Cute story about AbRam, whatever, and then a slightly different and really well thought out answer about what it’s like to be a Khan.  The question was “is the pressure higher?” which was a slanted way of saying “your time is running out, your films are flopping, all three of you are dying on the vine”.  This is a question he has been asked a lot, and will be asked a lot, as time goes on.  And Shahrukh has a good simple response:

Kya pressure, yaar? Bhagwan ne itna de diya. The one thing God hasn’t given us is pressure; what he’s given us is opportunities…

But I am lucky that I get to do the films I wish to do. Every year, I am thankful that I get the opportunity of at least two films… ki yaar, yeh bhi kar sakte hain, woh bhi kar sakte hain. What more can an artiste ask for?

I remember, in my early days, I was working with Sarojji (Khan, choreographer). In those days, I would work three shifts and would be like this (leans back on his chair and sticks his tongue out). I told her, ‘Sarojji, itna kaam hai, thak gaya hoon’. She would be very motherly towards me and she slapped me on the cheek, pyaar se, and said, ‘Kabhi yeh mat kehna ki zyada kaam hai’. In this area of work, there is never too much work. I just feel fortunate that I have so much to choose from. So, no pressure.

It’s a nice way of looking at at his career, saying “what was, was good.  What is, is good.” He isn’t talking about holding on or what he might be losing, he is talking about appreciating the blessings he had and has.  I hope the other Khans pick up on this, it’s a good healthy way to be, and an excellent response to all the badgering they get, just calm acceptance and gratitude for what they have.

 

And then there is a nod towards the Sanjay Leela Bhansali rumors about a film with him and Salman, which he neatly turns into a general statement of how much he likes Salman and Sanjay.  And also, casually, confirms that he is making the Rakesh Sharma biopic.  Confirmed it so casually that it isn’t even the headline of the article.  Kind of interesting how they are rolling out this film, they haven’t been trying to keep the rumors and leaks out of the press, but they also haven’t done a big official announcement.  It’s good, I think, hopefully a sign of making this a more lowkey and less “Big big BIG” kind of film release.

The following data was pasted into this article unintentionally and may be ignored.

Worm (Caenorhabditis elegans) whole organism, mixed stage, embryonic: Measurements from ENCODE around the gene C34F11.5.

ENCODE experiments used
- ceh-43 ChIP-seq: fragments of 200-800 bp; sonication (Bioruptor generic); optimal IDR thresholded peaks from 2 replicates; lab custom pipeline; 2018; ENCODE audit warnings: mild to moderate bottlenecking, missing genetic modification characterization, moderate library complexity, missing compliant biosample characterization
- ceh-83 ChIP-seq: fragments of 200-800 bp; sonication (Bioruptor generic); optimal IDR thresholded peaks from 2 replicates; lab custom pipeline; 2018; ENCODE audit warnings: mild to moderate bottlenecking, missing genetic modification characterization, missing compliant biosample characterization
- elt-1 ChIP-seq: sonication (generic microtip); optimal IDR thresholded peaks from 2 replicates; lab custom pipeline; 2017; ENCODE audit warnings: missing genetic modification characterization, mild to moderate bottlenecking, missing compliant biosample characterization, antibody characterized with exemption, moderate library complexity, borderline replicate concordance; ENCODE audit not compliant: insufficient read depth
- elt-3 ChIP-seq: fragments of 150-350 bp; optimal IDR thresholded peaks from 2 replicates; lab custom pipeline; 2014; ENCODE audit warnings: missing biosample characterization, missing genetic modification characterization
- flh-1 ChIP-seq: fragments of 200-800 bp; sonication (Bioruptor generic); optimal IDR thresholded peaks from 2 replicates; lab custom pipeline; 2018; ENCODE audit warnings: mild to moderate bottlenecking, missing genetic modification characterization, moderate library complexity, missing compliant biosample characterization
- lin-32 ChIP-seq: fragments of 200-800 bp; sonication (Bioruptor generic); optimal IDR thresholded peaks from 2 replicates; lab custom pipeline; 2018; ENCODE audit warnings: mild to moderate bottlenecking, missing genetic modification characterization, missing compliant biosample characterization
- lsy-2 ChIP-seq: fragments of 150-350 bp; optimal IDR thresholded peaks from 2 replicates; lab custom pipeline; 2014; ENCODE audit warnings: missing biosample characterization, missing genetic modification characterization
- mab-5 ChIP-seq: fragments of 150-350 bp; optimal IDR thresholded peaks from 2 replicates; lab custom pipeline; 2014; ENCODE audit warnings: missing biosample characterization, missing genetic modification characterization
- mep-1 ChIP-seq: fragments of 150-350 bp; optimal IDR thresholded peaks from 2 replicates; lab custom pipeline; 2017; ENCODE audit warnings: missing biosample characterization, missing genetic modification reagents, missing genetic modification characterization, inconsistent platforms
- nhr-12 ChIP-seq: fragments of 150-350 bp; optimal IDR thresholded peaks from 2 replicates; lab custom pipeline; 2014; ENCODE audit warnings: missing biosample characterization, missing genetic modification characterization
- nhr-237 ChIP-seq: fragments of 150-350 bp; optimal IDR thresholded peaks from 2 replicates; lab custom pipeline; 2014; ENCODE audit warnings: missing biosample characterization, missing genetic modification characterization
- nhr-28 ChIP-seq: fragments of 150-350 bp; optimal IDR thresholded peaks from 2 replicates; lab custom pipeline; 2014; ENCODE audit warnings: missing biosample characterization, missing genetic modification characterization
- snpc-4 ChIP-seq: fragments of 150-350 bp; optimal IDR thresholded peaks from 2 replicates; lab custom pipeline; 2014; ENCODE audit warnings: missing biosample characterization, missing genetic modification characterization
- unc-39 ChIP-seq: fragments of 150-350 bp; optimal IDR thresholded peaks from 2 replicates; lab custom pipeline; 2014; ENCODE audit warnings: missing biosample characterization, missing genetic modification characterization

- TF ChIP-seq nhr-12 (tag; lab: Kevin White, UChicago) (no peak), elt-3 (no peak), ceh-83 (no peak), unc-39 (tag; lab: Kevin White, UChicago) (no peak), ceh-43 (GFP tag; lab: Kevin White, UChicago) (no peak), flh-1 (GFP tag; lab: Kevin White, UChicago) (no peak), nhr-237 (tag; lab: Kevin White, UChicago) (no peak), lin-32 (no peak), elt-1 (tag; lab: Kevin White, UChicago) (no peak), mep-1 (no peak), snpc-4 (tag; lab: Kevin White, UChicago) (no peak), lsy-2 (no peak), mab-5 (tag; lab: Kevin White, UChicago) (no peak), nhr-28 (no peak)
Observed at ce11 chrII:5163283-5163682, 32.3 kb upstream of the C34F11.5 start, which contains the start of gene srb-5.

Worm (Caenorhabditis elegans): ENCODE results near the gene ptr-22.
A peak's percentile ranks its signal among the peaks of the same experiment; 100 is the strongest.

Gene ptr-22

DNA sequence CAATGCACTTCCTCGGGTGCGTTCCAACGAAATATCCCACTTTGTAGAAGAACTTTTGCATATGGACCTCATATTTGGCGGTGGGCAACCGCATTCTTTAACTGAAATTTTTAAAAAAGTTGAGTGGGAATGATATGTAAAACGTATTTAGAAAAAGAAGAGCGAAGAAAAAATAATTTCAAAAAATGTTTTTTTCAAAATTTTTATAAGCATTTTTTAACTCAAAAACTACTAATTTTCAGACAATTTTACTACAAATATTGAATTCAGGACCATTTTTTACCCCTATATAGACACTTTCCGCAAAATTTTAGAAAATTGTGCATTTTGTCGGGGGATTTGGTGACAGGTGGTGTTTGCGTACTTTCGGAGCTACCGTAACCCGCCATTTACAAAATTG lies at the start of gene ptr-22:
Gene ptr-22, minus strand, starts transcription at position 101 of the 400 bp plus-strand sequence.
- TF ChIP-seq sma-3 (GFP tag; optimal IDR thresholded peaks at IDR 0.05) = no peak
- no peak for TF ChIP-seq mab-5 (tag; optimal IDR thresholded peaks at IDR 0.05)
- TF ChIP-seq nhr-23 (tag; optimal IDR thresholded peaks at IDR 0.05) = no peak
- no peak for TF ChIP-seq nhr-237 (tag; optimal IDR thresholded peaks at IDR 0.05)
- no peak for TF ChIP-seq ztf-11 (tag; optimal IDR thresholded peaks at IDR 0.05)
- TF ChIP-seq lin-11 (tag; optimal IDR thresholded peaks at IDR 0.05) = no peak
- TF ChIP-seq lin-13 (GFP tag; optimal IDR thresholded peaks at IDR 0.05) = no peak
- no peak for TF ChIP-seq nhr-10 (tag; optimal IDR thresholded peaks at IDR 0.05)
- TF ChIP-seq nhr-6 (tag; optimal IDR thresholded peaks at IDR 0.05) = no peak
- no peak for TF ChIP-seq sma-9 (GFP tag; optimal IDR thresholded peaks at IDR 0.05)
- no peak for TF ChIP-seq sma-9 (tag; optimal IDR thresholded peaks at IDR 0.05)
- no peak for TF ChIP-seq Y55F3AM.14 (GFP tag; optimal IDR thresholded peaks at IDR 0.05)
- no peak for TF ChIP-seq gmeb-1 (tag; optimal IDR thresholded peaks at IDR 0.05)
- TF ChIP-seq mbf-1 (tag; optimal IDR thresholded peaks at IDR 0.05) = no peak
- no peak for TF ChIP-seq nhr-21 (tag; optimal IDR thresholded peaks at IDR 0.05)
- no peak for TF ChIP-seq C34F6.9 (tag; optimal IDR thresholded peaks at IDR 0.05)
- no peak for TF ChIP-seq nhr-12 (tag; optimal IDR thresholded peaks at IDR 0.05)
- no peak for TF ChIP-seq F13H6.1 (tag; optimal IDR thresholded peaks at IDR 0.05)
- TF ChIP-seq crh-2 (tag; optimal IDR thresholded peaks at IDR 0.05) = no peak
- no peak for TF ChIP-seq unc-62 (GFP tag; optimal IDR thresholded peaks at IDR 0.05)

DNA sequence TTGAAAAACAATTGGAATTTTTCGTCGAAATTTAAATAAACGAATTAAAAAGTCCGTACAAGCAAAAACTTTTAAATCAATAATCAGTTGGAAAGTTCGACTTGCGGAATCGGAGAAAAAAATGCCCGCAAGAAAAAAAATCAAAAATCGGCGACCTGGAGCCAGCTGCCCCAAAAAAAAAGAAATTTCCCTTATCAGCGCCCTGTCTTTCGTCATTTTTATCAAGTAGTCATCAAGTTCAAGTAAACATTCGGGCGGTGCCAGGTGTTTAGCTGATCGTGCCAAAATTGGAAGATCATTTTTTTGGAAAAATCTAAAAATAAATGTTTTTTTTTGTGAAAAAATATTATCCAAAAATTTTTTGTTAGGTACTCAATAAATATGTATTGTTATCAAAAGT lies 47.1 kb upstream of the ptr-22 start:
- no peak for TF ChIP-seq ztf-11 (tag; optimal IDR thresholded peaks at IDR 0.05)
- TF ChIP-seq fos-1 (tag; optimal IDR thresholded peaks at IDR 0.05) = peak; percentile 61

The only film that I have committed to doing right now is Mr Mahesh Mathai’s Rakesh Sharma biopic (tentatively titled Salute).

And then the big big quote!  The statement on Thugs that Shahrukh wanted to make and managed to get in before the end of the interview.  This feels like a very casual interview by the way, it was at the Calcutta film fest, sounds like the reporter just sort of pulled him aside for a few minutes, not in depth or planned.  Most of it was just light stuff about Zero and working with Aanand and whatever.  I think this ending might have been off the cuff, perhaps something Shahrukh had been struggling with internally and grabbed the opportunity to say.  But I also suspect (since the rest of the interview was so light), that he was leading towards it and formulating his remarks in his head during the rest of the discussion.  It just feels ever so slightly more planned, and certainly is the part that is most like a statement rather than just a conversational answer (highlights mine):

Jokes apart, I would like to say something. It’s a little personal and I don’t know whether it’s right to say it or not. This is something that’s saddened me and so I want to share it. When it happened to me personally, I wasn’t so sad, but this time I am. There are people who have given excellence to cinema for years. A film can be good, a film can be bad; none of us can ever claim ki maine duniya ki sabsi achchi film banayi hain. Mr Bachchan and Aamir have been people who have constantly contributed to the excellence of cinema. The greatest contribution to Hindi cinema in the last 10 years has been from Aamir, and with Amitji, it’s been even longer. Now if a film of theirs (Thugs of Hindostan) doesn’t reach the level that you expected it to, does it take away from what they have done for cinema?

I think some people have been a little too harsh. It’s heartbreaking. It doesn’t mean that their spirit is broken, they are all amazing artistes who will bounce back. But one needs to be a little less harsh. I think Stree was fabulous and we need to make 20,000 films like that. But I also think that Thugs of Hindostan is fantastic. Sometimes we do go wrong, but Aamir has never done a film in which he hasn’t put in his best… I’ve known him for 20 years. And if there’s anyone who can put in even more effort than Aamir — which Aamir will also agree — it’s Amitji… and at this age! So they’ve come in with good hearts and great talent and tried to make a film which tries to open up a new genre.

I may be speaking out of turn, but just like we have embraced Stree, we need to give some leeway to films like Thugs… that attempt something different. An adventure film has not been made in India in decades… probably Parasmani (1963) in black and white was the last one. Thugs… has tried to introduce this genre and kabhi kabhi upar neeche ho sakta hai. But the fact remains that in our cinema, we haven’t made an Indiana Jones and screw the comparison yaar, humne Pirates of the Caribbean bhi nahin banayi. So props to them for the attempt.

I have faced this with Ra.One… woh galat bann gaya, but at least mera effort tha to introduce superheroes into our cinema. Effort can’t be derided like this. If it was my film, it would seem like I was taking it personally, but yes, I am taking this personally.